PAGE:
Home Truths review at the Bunker, London – ‘patchily panoramic’

The cast of Ruff Tuff by Cardboard Citizens at the Bunker, London. Photo: Pamela Raith The cast of The Ruff Tuff Cream Puff Estate Agency by Cardboard Citizens at the Bunker, London. Photo: Pamela Raith
by -

Home Truths is Cardboard Citizens’ attempt to tell the history of British housing in nine new short plays.

Cycle One – of three – makes for an engagingly rough-and-ready, patchily panoramic, but tonally inchoate evening, embellished here and there with slideshows, snippets, and real-life stories.

In Sonali Bhattacharyya’s Slummers, a 19th-century family of slum-dwelling Milliners desperately try to convince a board of straight-jacketed, late-Victorian philanthropists of their probity. In Heathcote Williams and Sarah Woods’ The Ruff Tuff Cream Puff Estate Agency, a rabble of well-meaning radicals match homeless people with empty houses.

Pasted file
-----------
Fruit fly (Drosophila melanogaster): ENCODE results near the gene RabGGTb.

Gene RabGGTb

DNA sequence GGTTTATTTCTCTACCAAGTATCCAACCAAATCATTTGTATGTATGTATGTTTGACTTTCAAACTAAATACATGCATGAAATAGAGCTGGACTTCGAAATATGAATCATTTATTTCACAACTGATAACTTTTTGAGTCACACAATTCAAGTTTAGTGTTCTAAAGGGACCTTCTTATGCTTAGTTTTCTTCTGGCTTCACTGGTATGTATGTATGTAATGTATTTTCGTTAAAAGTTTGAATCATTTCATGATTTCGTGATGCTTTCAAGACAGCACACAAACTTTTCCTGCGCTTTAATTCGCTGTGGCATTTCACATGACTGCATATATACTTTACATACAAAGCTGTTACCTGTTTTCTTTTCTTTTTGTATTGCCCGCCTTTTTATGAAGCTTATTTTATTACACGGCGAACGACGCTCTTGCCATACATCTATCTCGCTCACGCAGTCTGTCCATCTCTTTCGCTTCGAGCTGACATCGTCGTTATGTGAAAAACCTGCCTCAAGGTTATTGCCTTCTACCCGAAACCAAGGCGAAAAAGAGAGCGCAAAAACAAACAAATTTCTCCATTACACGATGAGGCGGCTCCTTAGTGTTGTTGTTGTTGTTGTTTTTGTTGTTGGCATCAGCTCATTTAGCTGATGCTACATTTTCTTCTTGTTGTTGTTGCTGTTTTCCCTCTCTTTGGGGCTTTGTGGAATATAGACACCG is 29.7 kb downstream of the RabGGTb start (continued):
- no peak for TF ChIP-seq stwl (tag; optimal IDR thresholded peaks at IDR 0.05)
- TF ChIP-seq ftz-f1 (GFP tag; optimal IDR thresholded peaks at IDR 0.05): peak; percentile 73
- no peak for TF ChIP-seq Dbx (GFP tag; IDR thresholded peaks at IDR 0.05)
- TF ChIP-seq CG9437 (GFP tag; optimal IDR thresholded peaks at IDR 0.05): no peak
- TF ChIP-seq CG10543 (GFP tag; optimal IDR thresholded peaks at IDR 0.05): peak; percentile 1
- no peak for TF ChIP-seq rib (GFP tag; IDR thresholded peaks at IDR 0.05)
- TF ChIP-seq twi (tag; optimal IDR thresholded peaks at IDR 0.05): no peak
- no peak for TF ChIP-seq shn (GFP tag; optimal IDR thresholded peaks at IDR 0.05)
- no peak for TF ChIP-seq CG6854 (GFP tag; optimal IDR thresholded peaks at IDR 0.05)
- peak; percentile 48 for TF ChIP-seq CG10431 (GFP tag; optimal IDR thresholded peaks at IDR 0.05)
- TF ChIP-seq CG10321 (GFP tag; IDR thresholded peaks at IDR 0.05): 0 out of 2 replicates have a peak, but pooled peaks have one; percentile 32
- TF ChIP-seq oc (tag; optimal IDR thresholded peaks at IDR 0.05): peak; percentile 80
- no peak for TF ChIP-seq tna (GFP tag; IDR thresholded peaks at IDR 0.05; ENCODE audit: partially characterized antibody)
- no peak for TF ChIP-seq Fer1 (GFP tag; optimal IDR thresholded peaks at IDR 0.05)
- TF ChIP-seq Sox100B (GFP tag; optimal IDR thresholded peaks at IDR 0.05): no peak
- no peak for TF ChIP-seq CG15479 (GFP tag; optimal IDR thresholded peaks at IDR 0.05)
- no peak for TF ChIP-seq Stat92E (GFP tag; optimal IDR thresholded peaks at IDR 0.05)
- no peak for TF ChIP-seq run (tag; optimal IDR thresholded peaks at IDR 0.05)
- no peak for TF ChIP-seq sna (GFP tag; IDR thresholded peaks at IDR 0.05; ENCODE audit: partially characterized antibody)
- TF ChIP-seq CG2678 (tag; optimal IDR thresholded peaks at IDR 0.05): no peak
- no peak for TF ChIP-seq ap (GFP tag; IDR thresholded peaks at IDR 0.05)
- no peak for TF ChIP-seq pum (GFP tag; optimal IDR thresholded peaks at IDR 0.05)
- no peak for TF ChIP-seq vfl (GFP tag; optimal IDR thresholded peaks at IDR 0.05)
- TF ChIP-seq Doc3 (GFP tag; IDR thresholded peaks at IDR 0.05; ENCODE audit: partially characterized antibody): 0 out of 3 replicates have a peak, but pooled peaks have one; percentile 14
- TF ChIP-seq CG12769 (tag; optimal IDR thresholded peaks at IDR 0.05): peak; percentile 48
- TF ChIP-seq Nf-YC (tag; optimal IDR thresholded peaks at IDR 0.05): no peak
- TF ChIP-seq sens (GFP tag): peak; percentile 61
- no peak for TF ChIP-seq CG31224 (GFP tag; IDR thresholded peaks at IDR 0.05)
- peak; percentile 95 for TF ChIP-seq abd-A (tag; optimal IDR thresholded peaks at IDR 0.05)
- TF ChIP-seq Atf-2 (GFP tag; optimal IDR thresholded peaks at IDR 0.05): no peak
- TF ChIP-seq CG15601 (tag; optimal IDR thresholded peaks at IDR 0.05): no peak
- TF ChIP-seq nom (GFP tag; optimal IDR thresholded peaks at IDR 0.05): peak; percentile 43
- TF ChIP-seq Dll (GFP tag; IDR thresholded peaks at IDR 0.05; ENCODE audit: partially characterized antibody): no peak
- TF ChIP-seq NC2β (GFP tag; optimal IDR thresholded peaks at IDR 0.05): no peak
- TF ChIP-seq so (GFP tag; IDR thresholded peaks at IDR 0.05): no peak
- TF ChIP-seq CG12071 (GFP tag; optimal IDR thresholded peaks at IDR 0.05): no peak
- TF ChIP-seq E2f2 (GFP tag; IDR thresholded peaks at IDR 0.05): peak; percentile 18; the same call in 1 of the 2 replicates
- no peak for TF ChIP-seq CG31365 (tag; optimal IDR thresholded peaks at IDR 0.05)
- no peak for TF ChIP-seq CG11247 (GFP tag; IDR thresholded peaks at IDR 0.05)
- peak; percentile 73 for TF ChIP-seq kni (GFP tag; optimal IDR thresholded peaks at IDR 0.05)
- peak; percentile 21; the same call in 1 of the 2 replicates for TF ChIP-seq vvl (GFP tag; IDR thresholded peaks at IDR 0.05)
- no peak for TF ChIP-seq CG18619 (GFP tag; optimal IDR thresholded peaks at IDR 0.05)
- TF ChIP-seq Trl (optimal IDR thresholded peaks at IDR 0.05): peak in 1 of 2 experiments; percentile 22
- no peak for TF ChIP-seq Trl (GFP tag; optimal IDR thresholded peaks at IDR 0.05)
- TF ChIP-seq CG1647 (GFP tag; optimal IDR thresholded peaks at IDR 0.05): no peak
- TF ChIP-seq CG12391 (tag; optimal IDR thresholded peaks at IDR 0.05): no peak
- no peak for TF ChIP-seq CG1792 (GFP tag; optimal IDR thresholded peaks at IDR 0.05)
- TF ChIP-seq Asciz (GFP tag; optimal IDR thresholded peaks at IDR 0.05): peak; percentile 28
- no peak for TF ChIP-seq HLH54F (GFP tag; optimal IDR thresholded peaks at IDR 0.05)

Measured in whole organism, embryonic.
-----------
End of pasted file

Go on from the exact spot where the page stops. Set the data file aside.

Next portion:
In Stef Smith’s Back to Back to Back, two intertwining stories – of two couples’ anxiety-filled, 30-something lives in adjacent ex-council flats – map out some of the uglier consequences of today’s housing crisis, from ‘white flight’ to 21st century segregation.

A diverse, knockabout cast of 10 – including the impressively versatile Mariam Haque, who shifts between a hard-nosed Eliza Doolittle-esque teenager and a jittery pregnant worrier as the evening unfolds – work hard to ensure each play has a distinct vibe.

The kaleidoscopic Slummers traces the roots of today’s social stigmas in the puritanical ignorance of the 1880s elite, while the anarchic Ruff Tuff offers a persuasively heady taste of free-spirited dissent, and the stylishly elliptical Back to Back to Back reaches for a grim, everyday symbolism of discarded mattresses and rising damp.

But for all their worthiness and individual flair, the plays don’t form a functioning trio: there’s little overarching significance, and an unsettling uncertainty of tone throughout. One never knows whether to laugh or cry, and ends up doing neither.


A rough-and-ready trio of new plays in Cardboard Citizens' panoramic programme tackling the housing crisis